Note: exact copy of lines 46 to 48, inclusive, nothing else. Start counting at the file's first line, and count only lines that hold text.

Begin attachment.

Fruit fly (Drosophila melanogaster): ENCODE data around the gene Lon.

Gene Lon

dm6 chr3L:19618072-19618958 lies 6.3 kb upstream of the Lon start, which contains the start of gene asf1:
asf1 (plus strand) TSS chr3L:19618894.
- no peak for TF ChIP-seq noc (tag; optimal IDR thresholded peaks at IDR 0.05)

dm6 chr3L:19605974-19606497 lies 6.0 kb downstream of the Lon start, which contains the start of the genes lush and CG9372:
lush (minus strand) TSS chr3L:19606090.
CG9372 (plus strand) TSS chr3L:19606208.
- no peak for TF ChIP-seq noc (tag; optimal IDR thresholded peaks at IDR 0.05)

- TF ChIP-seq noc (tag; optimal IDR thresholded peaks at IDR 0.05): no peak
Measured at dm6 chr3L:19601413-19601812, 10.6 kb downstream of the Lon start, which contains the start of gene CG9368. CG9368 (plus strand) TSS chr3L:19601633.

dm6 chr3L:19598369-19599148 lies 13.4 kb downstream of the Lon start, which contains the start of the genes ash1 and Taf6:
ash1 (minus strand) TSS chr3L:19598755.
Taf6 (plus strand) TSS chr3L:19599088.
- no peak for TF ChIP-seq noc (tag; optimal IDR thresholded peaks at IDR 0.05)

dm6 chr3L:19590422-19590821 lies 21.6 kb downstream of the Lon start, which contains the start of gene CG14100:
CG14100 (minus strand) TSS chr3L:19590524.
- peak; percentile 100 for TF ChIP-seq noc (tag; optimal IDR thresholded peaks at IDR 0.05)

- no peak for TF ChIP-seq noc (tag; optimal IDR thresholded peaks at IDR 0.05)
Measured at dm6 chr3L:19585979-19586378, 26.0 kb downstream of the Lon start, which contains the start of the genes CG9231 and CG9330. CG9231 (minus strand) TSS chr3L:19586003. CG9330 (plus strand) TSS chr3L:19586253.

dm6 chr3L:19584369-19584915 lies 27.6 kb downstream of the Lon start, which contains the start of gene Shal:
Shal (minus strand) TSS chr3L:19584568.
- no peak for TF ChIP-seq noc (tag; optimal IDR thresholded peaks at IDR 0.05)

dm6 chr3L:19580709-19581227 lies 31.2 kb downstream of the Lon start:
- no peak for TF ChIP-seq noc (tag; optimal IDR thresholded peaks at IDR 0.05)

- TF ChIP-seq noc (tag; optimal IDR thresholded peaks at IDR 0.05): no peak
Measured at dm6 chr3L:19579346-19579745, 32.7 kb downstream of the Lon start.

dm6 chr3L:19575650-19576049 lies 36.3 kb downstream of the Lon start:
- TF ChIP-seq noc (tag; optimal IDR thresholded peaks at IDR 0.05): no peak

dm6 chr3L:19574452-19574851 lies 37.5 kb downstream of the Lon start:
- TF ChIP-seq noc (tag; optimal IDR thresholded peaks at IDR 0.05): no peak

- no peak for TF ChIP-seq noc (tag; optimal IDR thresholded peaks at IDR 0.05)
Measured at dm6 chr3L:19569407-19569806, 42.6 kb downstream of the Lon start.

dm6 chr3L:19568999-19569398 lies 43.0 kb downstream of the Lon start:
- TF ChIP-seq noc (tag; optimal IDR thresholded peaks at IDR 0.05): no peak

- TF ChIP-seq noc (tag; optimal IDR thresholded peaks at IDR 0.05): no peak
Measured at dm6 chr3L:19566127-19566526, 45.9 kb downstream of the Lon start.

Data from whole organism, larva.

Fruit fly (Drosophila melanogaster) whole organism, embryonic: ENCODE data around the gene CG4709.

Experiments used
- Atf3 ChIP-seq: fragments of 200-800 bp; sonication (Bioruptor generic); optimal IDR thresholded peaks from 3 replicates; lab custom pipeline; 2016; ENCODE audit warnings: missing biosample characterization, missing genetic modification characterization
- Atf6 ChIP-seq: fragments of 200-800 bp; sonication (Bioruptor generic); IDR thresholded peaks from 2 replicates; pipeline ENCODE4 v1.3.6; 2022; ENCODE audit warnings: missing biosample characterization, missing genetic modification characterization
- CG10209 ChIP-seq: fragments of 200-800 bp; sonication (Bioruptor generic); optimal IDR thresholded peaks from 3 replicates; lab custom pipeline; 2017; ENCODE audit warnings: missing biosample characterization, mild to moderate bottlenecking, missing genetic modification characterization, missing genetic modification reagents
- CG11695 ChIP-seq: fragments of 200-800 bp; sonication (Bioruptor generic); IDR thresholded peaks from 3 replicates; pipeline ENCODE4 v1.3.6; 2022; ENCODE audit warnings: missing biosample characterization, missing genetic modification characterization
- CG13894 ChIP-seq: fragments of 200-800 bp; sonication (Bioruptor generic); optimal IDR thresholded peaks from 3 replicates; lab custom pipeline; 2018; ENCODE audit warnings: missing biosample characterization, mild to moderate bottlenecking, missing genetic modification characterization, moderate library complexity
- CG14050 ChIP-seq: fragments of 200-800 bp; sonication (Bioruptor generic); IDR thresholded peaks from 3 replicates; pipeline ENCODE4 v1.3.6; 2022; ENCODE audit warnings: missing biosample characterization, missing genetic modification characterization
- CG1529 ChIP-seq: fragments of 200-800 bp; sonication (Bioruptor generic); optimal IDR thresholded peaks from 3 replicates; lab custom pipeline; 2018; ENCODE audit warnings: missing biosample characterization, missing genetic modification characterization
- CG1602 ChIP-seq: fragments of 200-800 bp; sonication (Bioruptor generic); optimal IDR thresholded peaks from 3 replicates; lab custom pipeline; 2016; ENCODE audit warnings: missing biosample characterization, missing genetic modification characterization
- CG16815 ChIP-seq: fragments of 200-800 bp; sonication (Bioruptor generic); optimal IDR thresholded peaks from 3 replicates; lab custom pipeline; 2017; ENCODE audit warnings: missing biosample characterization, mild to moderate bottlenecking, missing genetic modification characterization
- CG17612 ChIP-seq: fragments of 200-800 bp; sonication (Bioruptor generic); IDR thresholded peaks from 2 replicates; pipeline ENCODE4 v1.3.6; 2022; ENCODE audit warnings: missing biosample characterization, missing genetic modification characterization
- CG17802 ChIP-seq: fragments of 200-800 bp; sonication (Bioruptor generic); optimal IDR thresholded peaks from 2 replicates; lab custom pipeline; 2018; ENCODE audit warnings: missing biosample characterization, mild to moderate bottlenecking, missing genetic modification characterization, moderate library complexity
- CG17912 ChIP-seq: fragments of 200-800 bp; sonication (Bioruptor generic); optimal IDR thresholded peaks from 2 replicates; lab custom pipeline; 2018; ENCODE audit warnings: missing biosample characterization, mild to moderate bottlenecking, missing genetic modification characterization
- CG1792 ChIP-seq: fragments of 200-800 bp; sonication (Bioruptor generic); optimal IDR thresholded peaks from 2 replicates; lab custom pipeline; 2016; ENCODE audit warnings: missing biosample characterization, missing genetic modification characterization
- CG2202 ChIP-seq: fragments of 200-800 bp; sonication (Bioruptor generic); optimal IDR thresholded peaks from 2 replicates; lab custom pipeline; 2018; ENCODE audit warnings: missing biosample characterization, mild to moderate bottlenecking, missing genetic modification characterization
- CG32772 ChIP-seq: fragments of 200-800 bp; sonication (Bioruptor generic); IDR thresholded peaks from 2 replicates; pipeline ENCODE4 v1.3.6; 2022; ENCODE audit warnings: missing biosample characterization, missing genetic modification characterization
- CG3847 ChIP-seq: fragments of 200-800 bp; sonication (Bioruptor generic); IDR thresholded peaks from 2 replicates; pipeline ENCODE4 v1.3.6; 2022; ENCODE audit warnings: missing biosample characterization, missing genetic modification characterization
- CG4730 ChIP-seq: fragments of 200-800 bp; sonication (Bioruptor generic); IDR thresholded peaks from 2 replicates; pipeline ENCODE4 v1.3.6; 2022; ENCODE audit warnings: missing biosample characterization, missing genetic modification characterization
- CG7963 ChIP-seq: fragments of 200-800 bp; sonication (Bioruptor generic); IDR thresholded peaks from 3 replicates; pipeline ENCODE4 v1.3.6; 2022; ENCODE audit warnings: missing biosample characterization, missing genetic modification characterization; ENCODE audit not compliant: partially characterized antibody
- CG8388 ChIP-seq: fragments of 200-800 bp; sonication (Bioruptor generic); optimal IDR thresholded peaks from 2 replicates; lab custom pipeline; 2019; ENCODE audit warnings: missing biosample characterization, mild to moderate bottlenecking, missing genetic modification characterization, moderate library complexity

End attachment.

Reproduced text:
- CG14050 ChIP-seq: fragments of 200-800 bp; sonication (Bioruptor generic); IDR thresholded peaks from 3 replicates; pipeline ENCODE4 v1.3.6; 2022; ENCODE audit warnings: missing biosample characterization, missing genetic modification characterization
- CG1529 ChIP-seq: fragments of 200-800 bp; sonication (Bioruptor generic); optimal IDR thresholded peaks from 3 replicates; lab custom pipeline; 2018; ENCODE audit warnings: missing biosample characterization, missing genetic modification characterization
- CG1602 ChIP-seq: fragments of 200-800 bp; sonication (Bioruptor generic); optimal IDR thresholded peaks from 3 replicates; lab custom pipeline; 2016; ENCODE audit warnings: missing biosample characterization, missing genetic modification characterization